Louis Maresca (00:12:33):
Unfortunately, companies usually find out too late that they've been compromised even after they've already spent millions on it. Security. Now attackers are sneaky unbeknownst to companies. They, they prowl networks looking for the valuable data. But the great thing about Canary is that they've turned this into an advantage for you while attackers browse, actor directory for file servers and explore file shares. They'll be looking for documents, they'll scan for open services across the network. Now, things canaries are designed to look like the things hackers want to get to canaries can be deployed throughout your entire network. You can make them look identical, identical, so a route or a switch, an ass server, a Linux box, or even a window service. So attackers won't know, they've been caught that you could put fake files on them and name them in any way that you wanna get their hackers attention, and you can enroll them into active directory right away.

Louis Maresca (00:13:24):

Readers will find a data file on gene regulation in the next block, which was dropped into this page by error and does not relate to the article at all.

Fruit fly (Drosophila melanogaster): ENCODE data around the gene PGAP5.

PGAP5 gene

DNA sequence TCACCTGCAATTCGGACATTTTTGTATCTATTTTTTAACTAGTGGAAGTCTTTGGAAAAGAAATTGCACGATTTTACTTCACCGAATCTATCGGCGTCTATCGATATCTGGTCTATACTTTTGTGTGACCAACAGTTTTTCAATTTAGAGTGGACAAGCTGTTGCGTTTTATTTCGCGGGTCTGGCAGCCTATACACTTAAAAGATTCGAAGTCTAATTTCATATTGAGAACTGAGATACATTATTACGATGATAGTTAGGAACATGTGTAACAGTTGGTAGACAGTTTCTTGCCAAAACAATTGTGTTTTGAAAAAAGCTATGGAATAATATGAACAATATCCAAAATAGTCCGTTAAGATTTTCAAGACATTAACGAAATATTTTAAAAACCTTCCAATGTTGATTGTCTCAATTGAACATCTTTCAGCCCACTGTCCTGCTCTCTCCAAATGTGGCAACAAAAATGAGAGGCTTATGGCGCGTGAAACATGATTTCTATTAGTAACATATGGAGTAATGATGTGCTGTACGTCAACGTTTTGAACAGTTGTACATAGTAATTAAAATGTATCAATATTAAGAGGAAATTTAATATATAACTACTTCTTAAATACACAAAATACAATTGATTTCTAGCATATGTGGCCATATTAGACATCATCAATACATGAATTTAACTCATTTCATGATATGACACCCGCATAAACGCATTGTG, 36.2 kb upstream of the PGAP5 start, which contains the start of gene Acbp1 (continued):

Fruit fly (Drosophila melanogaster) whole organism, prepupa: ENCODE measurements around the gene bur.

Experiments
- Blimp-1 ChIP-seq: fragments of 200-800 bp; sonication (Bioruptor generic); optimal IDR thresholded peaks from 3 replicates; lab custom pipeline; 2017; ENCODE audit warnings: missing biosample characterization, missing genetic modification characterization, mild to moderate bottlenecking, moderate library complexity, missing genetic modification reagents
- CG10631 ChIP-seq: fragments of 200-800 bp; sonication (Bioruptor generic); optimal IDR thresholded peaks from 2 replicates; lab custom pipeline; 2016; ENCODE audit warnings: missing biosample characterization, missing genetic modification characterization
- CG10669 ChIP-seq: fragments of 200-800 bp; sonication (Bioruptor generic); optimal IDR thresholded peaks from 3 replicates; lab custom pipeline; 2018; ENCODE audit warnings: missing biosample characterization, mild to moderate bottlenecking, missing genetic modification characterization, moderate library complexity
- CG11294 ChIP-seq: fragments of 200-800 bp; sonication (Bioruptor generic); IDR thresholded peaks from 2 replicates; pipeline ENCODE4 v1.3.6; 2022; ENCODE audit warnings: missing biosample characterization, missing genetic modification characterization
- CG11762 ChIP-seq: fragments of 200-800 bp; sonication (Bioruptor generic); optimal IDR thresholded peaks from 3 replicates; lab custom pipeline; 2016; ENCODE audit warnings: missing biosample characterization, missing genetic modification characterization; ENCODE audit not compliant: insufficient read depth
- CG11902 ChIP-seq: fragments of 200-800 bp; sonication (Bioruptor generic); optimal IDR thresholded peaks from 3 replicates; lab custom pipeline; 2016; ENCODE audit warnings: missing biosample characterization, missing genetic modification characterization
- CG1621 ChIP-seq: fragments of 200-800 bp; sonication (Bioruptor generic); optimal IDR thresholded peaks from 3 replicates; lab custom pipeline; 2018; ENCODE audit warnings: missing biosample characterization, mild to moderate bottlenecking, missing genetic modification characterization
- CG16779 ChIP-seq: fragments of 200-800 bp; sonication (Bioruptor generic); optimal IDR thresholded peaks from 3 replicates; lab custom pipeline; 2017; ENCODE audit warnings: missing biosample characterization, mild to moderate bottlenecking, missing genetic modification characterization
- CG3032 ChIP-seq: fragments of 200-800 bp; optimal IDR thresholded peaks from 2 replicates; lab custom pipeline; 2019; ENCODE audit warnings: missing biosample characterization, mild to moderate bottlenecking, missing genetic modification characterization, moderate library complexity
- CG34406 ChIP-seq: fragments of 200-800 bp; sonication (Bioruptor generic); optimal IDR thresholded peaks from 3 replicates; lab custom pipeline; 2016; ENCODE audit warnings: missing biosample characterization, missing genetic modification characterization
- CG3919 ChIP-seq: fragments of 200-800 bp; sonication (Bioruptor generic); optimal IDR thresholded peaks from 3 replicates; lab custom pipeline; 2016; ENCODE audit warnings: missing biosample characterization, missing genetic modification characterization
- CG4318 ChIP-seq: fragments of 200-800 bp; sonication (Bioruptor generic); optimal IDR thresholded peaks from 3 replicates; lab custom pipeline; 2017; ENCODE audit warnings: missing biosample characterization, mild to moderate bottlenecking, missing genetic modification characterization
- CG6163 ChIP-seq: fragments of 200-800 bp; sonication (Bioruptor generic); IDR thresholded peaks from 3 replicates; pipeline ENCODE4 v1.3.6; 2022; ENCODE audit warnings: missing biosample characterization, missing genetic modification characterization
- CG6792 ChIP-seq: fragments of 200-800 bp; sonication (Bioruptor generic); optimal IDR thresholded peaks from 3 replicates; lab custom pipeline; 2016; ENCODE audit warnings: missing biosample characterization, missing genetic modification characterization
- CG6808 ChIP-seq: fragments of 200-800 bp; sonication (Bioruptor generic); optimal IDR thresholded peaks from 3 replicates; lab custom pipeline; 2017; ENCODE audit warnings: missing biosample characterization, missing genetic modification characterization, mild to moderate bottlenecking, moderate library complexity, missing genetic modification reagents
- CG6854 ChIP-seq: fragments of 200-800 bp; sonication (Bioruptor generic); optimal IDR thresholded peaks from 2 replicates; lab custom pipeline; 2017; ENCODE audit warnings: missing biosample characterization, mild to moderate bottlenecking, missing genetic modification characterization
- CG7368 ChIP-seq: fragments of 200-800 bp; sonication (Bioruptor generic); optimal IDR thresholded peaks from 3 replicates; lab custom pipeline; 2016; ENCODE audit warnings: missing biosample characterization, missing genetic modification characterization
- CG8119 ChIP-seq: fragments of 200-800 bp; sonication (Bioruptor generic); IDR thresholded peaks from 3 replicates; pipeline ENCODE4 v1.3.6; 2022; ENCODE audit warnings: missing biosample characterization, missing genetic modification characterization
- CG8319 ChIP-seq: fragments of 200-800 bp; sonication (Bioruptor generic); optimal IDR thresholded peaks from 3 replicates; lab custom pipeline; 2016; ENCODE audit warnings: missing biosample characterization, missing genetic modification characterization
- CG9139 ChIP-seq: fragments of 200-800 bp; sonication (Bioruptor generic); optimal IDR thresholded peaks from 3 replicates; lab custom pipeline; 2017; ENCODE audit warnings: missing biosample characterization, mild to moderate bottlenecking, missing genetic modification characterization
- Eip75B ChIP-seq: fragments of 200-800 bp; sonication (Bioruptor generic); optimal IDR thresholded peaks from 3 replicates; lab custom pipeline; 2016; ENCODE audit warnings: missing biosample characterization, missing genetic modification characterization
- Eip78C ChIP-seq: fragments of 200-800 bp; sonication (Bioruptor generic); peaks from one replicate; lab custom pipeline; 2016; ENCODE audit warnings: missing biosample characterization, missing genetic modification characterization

And when attackers investigate further, they give themselves away and you're instantly notified. Now, Canary tokens act as tiny trip wires. They can drop into hundreds of places. A Canary is designed to be installed and configured in minutes. And you wanna have to think about it again. And if alert happens, Canary will notify you in the way that you want, and you won't be inundated with all those false alarms out there. Now get alerts by email or text message, right on their console through slack, web hooks, slog, or even just their API. Now data breaches happen typically through your staff. And when they do companies often don't know they've been compromised. It takes an average of 191 days for a company to realize there's been a data breach, Canary solves that problem. It can area created by people who have trained companies, militaries, governments on how to break into networks.